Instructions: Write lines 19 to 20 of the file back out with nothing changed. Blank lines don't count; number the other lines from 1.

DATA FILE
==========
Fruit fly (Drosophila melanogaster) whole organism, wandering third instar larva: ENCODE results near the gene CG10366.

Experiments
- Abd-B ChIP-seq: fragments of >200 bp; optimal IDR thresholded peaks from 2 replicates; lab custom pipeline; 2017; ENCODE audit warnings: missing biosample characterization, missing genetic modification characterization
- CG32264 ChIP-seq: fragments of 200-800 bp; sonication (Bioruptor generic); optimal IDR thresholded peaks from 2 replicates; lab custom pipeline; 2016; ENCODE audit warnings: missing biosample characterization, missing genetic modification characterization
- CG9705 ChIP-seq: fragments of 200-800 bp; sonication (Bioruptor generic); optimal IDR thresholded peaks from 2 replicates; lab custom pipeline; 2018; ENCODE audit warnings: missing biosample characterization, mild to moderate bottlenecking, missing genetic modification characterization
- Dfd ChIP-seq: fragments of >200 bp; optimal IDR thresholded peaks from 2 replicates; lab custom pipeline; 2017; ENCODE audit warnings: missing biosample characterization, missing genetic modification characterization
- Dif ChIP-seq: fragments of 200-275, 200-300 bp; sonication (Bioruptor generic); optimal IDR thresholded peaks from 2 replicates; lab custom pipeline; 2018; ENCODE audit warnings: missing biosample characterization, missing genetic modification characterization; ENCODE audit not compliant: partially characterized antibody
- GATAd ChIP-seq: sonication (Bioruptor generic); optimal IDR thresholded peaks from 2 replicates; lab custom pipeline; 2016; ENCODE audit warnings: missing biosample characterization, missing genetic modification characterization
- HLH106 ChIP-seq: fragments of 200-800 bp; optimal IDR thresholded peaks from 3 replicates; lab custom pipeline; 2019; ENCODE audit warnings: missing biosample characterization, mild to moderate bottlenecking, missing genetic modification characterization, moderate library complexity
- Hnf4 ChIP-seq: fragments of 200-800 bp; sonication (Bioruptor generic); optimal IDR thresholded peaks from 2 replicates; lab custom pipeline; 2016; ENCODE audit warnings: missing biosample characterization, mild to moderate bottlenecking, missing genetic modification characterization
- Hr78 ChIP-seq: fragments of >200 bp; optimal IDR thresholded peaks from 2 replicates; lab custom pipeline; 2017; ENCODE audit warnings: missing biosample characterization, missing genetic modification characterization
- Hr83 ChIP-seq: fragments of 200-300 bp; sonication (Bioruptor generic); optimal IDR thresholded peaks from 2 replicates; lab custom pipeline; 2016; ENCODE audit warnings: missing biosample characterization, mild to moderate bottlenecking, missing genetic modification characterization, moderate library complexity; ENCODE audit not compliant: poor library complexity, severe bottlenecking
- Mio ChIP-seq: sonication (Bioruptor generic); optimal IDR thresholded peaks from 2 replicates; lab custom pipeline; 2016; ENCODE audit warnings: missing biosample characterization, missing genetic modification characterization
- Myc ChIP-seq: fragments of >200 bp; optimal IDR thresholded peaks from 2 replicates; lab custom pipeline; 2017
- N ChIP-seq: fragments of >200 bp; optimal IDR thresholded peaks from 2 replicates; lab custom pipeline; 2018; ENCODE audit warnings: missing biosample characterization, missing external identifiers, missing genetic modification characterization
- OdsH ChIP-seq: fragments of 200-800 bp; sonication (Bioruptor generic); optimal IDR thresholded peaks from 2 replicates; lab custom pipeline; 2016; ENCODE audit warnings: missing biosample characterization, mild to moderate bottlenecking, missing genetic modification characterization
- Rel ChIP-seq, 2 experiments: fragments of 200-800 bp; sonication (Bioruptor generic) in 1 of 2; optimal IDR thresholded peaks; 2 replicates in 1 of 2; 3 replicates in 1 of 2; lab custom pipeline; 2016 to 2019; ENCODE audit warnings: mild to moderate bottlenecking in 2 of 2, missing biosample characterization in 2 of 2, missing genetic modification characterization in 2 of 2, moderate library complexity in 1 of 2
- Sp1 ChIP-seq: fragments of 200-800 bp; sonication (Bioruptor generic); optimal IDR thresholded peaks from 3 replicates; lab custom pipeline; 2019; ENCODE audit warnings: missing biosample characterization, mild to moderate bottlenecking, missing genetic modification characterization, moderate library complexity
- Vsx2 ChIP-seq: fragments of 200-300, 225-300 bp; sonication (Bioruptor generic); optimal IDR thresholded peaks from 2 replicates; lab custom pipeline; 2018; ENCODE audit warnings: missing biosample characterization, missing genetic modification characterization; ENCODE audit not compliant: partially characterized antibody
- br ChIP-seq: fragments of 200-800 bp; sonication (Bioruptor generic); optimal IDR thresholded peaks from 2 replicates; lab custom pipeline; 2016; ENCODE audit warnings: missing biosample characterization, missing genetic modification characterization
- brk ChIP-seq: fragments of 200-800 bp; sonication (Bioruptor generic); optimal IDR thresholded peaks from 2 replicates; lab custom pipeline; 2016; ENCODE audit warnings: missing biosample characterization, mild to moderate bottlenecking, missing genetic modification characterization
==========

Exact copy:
- Vsx2 ChIP-seq: fragments of 200-300, 225-300 bp; sonication (Bioruptor generic); optimal IDR thresholded peaks from 2 replicates; lab custom pipeline; 2018; ENCODE audit warnings: missing biosample characterization, missing genetic modification characterization; ENCODE audit not compliant: partially characterized antibody
- br ChIP-seq: fragments of 200-800 bp; sonication (Bioruptor generic); optimal IDR thresholded peaks from 2 replicates; lab custom pipeline; 2016; ENCODE audit warnings: missing biosample characterization, missing genetic modification characterization